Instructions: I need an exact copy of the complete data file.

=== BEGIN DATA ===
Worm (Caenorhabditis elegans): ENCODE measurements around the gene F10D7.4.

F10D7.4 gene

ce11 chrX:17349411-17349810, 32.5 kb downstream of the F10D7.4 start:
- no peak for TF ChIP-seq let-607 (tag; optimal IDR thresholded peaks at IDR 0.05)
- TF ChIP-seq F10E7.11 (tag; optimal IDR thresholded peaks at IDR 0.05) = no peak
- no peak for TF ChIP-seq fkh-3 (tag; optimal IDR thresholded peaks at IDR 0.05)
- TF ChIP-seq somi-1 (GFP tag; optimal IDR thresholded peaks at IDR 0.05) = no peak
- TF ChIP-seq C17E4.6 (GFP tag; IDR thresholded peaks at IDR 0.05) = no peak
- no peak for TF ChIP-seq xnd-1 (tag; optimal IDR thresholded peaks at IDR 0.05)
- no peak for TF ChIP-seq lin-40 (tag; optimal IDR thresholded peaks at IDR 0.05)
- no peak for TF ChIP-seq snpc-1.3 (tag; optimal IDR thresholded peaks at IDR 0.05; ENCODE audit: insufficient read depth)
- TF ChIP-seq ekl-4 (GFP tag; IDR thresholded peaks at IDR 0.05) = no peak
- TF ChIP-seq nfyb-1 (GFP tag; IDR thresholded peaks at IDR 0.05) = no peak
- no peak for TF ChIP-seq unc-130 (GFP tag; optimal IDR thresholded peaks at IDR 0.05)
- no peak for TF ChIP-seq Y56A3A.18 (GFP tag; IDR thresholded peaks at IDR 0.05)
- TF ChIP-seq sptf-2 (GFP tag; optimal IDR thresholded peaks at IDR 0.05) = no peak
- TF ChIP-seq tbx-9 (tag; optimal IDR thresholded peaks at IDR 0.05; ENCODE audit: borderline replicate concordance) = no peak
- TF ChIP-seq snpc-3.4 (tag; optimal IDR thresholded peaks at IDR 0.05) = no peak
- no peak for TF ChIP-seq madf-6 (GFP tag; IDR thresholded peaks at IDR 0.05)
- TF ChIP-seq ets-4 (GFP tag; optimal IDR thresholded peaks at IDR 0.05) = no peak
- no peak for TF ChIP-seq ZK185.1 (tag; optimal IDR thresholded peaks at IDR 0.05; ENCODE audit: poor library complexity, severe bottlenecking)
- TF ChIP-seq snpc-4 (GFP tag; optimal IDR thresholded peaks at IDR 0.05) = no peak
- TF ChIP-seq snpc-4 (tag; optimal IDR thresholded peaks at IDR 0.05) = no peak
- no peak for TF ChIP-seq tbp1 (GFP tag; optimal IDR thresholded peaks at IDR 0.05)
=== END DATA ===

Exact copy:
Worm (Caenorhabditis elegans): ENCODE measurements around the gene F10D7.4.

F10D7.4 gene

ce11 chrX:17349411-17349810, 32.5 kb downstream of the F10D7.4 start:
- no peak for TF ChIP-seq let-607 (tag; optimal IDR thresholded peaks at IDR 0.05)
- TF ChIP-seq F10E7.11 (tag; optimal IDR thresholded peaks at IDR 0.05) = no peak
- no peak for TF ChIP-seq fkh-3 (tag; optimal IDR thresholded peaks at IDR 0.05)
- TF ChIP-seq somi-1 (GFP tag; optimal IDR thresholded peaks at IDR 0.05) = no peak
- TF ChIP-seq C17E4.6 (GFP tag; IDR thresholded peaks at IDR 0.05) = no peak
- no peak for TF ChIP-seq xnd-1 (tag; optimal IDR thresholded peaks at IDR 0.05)
- no peak for TF ChIP-seq lin-40 (tag; optimal IDR thresholded peaks at IDR 0.05)
- no peak for TF ChIP-seq snpc-1.3 (tag; optimal IDR thresholded peaks at IDR 0.05; ENCODE audit: insufficient read depth)
- TF ChIP-seq ekl-4 (GFP tag; IDR thresholded peaks at IDR 0.05) = no peak
- TF ChIP-seq nfyb-1 (GFP tag; IDR thresholded peaks at IDR 0.05) = no peak
- no peak for TF ChIP-seq unc-130 (GFP tag; optimal IDR thresholded peaks at IDR 0.05)
- no peak for TF ChIP-seq Y56A3A.18 (GFP tag; IDR thresholded peaks at IDR 0.05)
- TF ChIP-seq sptf-2 (GFP tag; optimal IDR thresholded peaks at IDR 0.05) = no peak
- TF ChIP-seq tbx-9 (tag; optimal IDR thresholded peaks at IDR 0.05; ENCODE audit: borderline replicate concordance) = no peak
- TF ChIP-seq snpc-3.4 (tag; optimal IDR thresholded peaks at IDR 0.05) = no peak
- no peak for TF ChIP-seq madf-6 (GFP tag; IDR thresholded peaks at IDR 0.05)
- TF ChIP-seq ets-4 (GFP tag; optimal IDR thresholded peaks at IDR 0.05) = no peak
- no peak for TF ChIP-seq ZK185.1 (tag; optimal IDR thresholded peaks at IDR 0.05; ENCODE audit: poor library complexity, severe bottlenecking)
- TF ChIP-seq snpc-4 (GFP tag; optimal IDR thresholded peaks at IDR 0.05) = no peak
- TF ChIP-seq snpc-4 (tag; optimal IDR thresholded peaks at IDR 0.05) = no peak
- no peak for TF ChIP-seq tbp1 (GFP tag; optimal IDR thresholded peaks at IDR 0.05)